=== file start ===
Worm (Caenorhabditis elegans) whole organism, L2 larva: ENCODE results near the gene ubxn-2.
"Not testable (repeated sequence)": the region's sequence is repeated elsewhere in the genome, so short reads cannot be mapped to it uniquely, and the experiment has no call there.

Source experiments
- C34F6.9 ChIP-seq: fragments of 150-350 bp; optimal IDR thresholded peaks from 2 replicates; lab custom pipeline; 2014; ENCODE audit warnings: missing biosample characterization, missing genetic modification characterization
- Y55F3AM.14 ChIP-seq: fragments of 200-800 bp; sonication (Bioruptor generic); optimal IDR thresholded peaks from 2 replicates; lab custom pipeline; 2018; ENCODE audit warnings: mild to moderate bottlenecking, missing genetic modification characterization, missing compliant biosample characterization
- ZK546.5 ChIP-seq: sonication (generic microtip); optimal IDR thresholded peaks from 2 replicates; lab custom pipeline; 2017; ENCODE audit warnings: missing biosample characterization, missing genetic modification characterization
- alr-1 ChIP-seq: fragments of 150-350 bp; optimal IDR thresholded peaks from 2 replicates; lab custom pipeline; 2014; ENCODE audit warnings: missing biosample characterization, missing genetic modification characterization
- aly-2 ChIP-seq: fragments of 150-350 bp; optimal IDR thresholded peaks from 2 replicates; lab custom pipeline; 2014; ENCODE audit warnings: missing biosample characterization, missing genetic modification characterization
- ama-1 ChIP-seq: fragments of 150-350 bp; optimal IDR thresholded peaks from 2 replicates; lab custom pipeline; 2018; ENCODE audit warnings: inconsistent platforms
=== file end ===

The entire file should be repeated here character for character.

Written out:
Worm (Caenorhabditis elegans) whole organism, L2 larva: ENCODE results near the gene ubxn-2.
"Not testable (repeated sequence)": the region's sequence is repeated elsewhere in the genome, so short reads cannot be mapped to it uniquely, and the experiment has no call there.

Source experiments
- C34F6.9 ChIP-seq: fragments of 150-350 bp; optimal IDR thresholded peaks from 2 replicates; lab custom pipeline; 2014; ENCODE audit warnings: missing biosample characterization, missing genetic modification characterization
- Y55F3AM.14 ChIP-seq: fragments of 200-800 bp; sonication (Bioruptor generic); optimal IDR thresholded peaks from 2 replicates; lab custom pipeline; 2018; ENCODE audit warnings: mild to moderate bottlenecking, missing genetic modification characterization, missing compliant biosample characterization
- ZK546.5 ChIP-seq: sonication (generic microtip); optimal IDR thresholded peaks from 2 replicates; lab custom pipeline; 2017; ENCODE audit warnings: missing biosample characterization, missing genetic modification characterization
- alr-1 ChIP-seq: fragments of 150-350 bp; optimal IDR thresholded peaks from 2 replicates; lab custom pipeline; 2014; ENCODE audit warnings: missing biosample characterization, missing genetic modification characterization
- aly-2 ChIP-seq: fragments of 150-350 bp; optimal IDR thresholded peaks from 2 replicates; lab custom pipeline; 2014; ENCODE audit warnings: missing biosample characterization, missing genetic modification characterization
- ama-1 ChIP-seq: fragments of 150-350 bp; optimal IDR thresholded peaks from 2 replicates; lab custom pipeline; 2018; ENCODE audit warnings: inconsistent platforms